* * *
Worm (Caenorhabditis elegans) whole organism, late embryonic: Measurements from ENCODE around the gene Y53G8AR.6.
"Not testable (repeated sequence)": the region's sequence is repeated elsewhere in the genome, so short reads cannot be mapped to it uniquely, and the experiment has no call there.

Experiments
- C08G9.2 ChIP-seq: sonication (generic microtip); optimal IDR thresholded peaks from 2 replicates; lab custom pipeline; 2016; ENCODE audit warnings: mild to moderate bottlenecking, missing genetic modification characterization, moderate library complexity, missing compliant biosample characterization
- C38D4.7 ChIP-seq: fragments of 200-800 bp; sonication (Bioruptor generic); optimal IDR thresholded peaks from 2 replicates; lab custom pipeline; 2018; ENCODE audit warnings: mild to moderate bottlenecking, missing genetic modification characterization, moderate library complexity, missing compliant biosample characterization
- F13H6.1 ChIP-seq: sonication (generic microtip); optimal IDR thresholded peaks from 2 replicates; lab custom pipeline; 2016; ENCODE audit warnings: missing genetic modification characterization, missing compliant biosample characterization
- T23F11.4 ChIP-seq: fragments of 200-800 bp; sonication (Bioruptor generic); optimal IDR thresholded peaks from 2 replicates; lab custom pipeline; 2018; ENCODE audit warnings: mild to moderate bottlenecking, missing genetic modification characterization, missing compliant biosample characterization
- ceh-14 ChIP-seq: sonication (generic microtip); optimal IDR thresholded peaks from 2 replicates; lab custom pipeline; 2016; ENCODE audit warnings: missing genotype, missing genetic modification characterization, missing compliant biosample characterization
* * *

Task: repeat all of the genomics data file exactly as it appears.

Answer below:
Worm (Caenorhabditis elegans) whole organism, late embryonic: Measurements from ENCODE around the gene Y53G8AR.6.
"Not testable (repeated sequence)": the region's sequence is repeated elsewhere in the genome, so short reads cannot be mapped to it uniquely, and the experiment has no call there.

Experiments
- C08G9.2 ChIP-seq: sonication (generic microtip); optimal IDR thresholded peaks from 2 replicates; lab custom pipeline; 2016; ENCODE audit warnings: mild to moderate bottlenecking, missing genetic modification characterization, moderate library complexity, missing compliant biosample characterization
- C38D4.7 ChIP-seq: fragments of 200-800 bp; sonication (Bioruptor generic); optimal IDR thresholded peaks from 2 replicates; lab custom pipeline; 2018; ENCODE audit warnings: mild to moderate bottlenecking, missing genetic modification characterization, moderate library complexity, missing compliant biosample characterization
- F13H6.1 ChIP-seq: sonication (generic microtip); optimal IDR thresholded peaks from 2 replicates; lab custom pipeline; 2016; ENCODE audit warnings: missing genetic modification characterization, missing compliant biosample characterization
- T23F11.4 ChIP-seq: fragments of 200-800 bp; sonication (Bioruptor generic); optimal IDR thresholded peaks from 2 replicates; lab custom pipeline; 2018; ENCODE audit warnings: mild to moderate bottlenecking, missing genetic modification characterization, missing compliant biosample characterization
- ceh-14 ChIP-seq: sonication (generic microtip); optimal IDR thresholded peaks from 2 replicates; lab custom pipeline; 2016; ENCODE audit warnings: missing genotype, missing genetic modification characterization, missing compliant biosample characterization